“I know where these guys are in their development. But ultimately it’s always about production up here. You have to be patient with young players because it doesn’t happen right away, but ultimately we need to make sure if certain guys aren’t getting it, maybe we need to make some changes. We’ve been contemplating this for a while.

“You’d like to see them get it done and make the adjustments up here because you send them out and bring them back, they’re still going to have to go through certain things when they get back up here. But if they push our hand, it is what it is. And that’s pretty much where we are right now.”

“We’re doing everything that we feel we need to be doing, but ultimately we’re two games away from the break and that’s a big part of the season in regard to evaluating your players and team. It’s no secret what our biggest issue is. What’s most frustrating is these guys had it there for a little while and showed what they’re capable of doing and more importantly, proved to themselves what they have to do to be successful. Unless they’re not paying attention or are just dumb, they should be able to find a way to get back to it and be more consistent.

“You have to be much better than this offensively. We’ve been in a rut here offensively for 3-4 years or whatever its been, but what we showed signs of earlier this year on the road, that’s what we’re looking for. And not even that much, because that was pretty extreme there for a while. But ultimately they proved to themselves what they’re capable of doing against big league pitching and that’s what we’ve got to get back to.”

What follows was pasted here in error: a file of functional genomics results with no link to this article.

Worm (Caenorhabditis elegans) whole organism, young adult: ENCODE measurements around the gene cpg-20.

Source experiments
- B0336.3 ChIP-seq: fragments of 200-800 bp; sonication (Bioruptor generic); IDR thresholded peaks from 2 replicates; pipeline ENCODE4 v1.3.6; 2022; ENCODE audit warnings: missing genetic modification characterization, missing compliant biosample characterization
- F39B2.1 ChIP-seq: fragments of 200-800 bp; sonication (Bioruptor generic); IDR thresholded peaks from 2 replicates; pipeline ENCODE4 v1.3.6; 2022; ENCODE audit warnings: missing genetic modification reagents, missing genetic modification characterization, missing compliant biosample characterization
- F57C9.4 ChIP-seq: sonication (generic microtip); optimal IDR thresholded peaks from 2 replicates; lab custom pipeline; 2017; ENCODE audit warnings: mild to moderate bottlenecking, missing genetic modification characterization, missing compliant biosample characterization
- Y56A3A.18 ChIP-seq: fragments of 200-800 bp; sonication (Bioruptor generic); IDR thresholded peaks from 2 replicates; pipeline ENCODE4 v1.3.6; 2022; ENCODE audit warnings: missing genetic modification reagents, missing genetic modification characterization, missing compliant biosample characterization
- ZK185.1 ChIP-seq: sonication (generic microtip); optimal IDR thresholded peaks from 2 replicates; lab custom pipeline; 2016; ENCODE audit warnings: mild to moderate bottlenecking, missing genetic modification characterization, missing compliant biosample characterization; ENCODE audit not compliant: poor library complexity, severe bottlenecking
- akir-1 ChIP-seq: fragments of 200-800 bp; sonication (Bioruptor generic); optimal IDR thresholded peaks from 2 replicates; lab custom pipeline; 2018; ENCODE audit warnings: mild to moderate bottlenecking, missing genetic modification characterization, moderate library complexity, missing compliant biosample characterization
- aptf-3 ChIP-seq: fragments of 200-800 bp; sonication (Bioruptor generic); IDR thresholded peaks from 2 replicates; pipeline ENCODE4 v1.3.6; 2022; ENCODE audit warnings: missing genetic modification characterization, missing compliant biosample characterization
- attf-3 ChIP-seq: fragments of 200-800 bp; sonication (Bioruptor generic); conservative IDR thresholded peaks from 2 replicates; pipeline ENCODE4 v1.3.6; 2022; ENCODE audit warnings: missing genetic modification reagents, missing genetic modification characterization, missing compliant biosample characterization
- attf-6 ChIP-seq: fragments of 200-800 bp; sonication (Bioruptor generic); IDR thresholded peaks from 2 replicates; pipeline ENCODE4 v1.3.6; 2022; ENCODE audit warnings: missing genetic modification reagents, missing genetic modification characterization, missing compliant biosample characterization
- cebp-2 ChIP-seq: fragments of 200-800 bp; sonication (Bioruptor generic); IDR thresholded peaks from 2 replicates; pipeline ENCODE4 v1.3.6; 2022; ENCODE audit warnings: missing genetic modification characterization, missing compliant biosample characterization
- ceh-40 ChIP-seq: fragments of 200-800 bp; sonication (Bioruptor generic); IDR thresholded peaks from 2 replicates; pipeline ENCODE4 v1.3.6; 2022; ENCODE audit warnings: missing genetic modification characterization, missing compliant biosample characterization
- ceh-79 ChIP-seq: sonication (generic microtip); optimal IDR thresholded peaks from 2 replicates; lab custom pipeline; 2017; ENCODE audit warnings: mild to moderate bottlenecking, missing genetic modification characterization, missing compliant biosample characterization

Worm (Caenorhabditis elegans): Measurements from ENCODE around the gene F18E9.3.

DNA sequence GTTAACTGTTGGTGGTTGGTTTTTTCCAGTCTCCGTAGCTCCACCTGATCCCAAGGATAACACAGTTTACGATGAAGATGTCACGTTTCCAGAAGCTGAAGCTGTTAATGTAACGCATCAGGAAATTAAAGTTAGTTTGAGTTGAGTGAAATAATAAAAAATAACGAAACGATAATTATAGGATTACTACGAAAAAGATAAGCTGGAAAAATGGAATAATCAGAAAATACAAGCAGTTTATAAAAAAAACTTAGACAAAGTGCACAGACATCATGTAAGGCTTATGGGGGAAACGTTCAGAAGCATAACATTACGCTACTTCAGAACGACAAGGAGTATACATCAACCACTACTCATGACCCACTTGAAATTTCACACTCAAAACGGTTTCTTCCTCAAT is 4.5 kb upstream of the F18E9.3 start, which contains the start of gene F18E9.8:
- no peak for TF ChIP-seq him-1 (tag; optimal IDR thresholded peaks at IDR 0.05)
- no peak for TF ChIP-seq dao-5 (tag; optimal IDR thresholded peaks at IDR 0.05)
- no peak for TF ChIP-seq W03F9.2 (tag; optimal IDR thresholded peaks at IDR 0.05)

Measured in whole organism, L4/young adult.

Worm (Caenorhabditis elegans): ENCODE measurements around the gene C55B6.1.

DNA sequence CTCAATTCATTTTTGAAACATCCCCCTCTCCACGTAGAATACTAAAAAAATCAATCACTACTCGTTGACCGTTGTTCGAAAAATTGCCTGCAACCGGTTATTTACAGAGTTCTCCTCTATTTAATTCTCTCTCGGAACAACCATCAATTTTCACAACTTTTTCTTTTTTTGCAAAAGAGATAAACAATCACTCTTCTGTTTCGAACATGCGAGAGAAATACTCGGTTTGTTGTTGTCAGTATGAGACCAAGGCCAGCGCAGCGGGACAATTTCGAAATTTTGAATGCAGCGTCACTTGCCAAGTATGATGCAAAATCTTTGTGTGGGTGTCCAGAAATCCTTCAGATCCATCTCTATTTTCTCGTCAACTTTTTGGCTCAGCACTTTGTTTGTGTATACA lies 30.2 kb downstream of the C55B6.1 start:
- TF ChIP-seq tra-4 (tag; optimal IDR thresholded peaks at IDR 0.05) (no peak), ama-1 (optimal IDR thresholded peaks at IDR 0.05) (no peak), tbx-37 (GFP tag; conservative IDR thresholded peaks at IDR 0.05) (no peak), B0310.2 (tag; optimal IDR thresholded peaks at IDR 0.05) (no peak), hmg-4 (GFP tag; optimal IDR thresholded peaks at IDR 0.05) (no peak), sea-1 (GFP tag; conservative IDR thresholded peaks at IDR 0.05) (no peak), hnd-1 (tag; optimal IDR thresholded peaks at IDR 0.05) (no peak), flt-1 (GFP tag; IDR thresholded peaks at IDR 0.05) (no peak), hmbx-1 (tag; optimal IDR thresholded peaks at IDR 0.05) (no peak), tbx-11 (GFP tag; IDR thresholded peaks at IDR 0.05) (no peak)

4 Comments

The only way the offense is going to get productive is paying attention to what the opposite side of the bat are doing when THEY are the defense. If they can see how the other side are doing, they should do the same thing when they are at the plate. Know your pitches, know your situation, and know how to advance the runners. The more the Mariners do that, the better chances they can avoid scoring the 1-run games that they have been putting on for ‘3-4 years’ as Eric Wedge has mentioned. its getting old. As for the changes, I wouldn’t wait for the All-Star, Skip, make the changes now. Hell, send Ichiro to Tacoma for all I care. We have to bring the youth up to start fresh right now!

One thing I’d love to see addressed in an article or a blog or…., is the mental side of this issue of the lack of offense. It just seems that the Mariners are laboring under a long term (4 or 5 years) struggle that seems to be more about attitude than talent. Just a thought. Has anyone ever taken a close look at this deficiency in this organization?? I’m curious.

35 and 50–totally unacceptable. something must change

I was sure of this situation when Wedge decided to send Liddi in the Major League, after the first bad period. It is not possible to renounce to player that can make a grand slam in pressure situation. So, keep us Smoak and Figgins and Ryan. At least we can reach the worst result of the league. Some people can remind us in the future for this.